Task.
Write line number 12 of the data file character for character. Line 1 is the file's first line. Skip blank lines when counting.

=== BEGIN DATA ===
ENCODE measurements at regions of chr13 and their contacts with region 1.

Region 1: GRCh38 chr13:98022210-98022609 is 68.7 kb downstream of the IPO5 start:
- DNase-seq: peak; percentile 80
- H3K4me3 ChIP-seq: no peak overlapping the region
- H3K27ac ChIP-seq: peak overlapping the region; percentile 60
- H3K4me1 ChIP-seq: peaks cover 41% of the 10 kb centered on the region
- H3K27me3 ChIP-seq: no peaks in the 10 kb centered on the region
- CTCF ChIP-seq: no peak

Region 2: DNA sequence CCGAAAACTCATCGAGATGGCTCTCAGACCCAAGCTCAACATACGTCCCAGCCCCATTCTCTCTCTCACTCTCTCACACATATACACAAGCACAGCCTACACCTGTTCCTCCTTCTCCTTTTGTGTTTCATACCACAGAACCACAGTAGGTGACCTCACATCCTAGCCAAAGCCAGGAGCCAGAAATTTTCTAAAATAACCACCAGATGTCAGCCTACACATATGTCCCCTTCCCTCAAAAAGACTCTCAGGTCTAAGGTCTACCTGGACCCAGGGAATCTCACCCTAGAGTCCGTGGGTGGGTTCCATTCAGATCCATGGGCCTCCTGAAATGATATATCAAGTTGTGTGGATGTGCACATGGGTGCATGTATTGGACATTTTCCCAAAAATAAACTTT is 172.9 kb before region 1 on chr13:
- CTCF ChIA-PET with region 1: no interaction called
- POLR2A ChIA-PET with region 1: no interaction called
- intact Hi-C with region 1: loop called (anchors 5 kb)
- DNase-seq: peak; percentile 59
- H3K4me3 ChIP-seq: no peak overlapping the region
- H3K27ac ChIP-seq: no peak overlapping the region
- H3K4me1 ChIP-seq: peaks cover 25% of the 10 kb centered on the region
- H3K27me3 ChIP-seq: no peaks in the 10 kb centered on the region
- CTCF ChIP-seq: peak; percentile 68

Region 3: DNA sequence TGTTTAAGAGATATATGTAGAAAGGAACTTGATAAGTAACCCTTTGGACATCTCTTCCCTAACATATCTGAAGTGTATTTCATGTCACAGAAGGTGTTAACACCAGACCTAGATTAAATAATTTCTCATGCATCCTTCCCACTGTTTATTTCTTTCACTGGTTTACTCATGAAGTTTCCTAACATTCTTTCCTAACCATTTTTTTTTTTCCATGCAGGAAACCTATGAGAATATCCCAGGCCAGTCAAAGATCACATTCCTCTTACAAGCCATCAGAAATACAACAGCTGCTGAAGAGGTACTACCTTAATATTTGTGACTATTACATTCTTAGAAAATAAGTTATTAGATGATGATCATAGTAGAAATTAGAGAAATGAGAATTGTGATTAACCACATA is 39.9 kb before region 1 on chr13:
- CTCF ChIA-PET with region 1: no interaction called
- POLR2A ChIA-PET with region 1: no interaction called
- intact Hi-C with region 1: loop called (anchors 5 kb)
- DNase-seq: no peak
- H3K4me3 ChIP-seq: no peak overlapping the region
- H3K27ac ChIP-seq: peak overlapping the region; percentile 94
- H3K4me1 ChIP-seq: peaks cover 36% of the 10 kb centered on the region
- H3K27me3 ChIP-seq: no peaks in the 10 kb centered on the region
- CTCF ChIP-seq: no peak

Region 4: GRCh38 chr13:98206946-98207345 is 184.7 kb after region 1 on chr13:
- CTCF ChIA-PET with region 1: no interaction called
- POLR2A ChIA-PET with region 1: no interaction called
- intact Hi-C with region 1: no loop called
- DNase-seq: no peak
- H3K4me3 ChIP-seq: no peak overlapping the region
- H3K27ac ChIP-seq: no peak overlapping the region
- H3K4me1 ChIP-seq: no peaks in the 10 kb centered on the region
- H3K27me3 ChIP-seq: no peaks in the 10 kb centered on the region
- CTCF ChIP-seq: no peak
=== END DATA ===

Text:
- intact Hi-C with region 1: loop called (anchors 5 kb)